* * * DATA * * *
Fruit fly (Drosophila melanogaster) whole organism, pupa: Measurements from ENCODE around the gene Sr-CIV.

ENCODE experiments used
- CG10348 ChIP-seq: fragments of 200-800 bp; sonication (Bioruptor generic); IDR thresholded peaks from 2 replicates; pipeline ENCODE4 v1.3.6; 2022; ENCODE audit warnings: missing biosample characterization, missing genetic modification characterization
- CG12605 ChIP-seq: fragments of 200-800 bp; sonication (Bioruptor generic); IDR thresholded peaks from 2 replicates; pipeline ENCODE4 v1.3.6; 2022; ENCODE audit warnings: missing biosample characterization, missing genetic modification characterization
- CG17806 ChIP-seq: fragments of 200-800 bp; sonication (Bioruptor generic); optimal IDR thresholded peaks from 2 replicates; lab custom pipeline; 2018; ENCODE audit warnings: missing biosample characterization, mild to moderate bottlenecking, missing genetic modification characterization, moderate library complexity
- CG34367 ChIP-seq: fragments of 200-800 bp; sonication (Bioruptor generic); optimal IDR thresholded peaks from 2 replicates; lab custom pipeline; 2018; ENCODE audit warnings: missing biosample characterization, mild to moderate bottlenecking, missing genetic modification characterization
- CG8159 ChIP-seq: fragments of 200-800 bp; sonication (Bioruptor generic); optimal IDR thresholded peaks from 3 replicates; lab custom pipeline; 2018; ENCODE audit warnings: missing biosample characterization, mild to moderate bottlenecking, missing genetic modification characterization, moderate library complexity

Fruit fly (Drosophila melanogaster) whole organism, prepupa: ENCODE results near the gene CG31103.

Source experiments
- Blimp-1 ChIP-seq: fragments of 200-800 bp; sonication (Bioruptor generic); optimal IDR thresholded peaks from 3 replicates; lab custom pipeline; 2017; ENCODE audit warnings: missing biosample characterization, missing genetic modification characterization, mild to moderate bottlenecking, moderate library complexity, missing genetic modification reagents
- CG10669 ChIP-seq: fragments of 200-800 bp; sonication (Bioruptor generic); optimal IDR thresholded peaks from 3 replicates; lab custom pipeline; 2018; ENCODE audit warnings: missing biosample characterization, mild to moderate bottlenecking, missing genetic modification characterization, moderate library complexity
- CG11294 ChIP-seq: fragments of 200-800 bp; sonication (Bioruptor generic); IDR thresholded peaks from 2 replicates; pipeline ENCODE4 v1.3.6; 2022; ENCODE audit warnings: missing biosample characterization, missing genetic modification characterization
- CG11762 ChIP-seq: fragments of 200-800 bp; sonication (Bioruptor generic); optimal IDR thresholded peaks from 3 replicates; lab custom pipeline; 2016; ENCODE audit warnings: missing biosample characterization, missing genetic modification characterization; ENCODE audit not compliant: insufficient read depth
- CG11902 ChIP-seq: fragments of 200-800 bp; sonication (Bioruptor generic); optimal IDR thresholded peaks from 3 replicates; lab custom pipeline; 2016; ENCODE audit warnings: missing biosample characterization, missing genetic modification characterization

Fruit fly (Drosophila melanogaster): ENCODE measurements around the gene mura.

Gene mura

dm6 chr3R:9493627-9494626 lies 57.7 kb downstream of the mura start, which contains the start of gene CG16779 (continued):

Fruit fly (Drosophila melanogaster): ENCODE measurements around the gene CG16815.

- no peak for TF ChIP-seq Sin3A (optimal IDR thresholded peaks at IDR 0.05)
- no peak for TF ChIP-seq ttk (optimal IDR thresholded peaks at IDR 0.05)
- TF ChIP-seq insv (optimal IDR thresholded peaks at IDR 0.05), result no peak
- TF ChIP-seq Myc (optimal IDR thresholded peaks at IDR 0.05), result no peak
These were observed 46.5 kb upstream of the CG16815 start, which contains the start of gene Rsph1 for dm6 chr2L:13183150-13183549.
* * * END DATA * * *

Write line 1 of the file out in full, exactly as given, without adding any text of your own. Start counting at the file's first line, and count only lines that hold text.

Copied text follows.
Fruit fly (Drosophila melanogaster) whole organism, pupa: Measurements from ENCODE around the gene Sr-CIV.